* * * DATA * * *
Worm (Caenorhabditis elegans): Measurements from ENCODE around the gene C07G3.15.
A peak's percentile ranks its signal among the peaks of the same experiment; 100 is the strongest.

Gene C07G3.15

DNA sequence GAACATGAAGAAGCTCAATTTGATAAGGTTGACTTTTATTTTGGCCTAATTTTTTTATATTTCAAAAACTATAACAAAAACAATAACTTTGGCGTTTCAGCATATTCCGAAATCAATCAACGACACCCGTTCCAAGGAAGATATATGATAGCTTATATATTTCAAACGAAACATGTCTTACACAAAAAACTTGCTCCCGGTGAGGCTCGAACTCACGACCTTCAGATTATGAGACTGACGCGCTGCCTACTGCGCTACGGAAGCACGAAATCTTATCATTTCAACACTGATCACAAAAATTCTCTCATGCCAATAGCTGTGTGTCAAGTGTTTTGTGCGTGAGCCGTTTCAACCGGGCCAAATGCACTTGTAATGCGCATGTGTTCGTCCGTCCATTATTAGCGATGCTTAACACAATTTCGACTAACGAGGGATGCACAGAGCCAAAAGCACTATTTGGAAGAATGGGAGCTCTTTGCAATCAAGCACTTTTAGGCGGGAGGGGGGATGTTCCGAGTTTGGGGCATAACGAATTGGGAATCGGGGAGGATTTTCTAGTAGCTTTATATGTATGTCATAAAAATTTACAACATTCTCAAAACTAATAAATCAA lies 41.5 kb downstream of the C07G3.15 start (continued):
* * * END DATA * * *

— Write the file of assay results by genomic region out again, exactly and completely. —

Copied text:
Worm (Caenorhabditis elegans): Measurements from ENCODE around the gene C07G3.15.
A peak's percentile ranks its signal among the peaks of the same experiment; 100 is the strongest.

Gene C07G3.15

DNA sequence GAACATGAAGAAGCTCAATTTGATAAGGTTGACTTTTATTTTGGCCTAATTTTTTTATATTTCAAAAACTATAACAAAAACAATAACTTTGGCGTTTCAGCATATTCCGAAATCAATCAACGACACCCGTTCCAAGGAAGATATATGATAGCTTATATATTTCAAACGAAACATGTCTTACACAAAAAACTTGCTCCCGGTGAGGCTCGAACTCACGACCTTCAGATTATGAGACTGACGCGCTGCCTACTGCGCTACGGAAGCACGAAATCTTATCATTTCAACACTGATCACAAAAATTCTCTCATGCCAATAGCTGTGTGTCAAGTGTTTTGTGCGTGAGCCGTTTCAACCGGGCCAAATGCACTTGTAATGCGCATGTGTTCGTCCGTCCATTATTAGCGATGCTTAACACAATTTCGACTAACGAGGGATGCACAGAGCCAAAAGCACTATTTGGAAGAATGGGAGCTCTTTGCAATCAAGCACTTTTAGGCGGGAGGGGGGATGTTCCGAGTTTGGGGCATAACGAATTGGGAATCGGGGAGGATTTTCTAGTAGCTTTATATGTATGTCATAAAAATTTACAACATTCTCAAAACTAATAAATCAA lies 41.5 kb downstream of the C07G3.15 start (continued):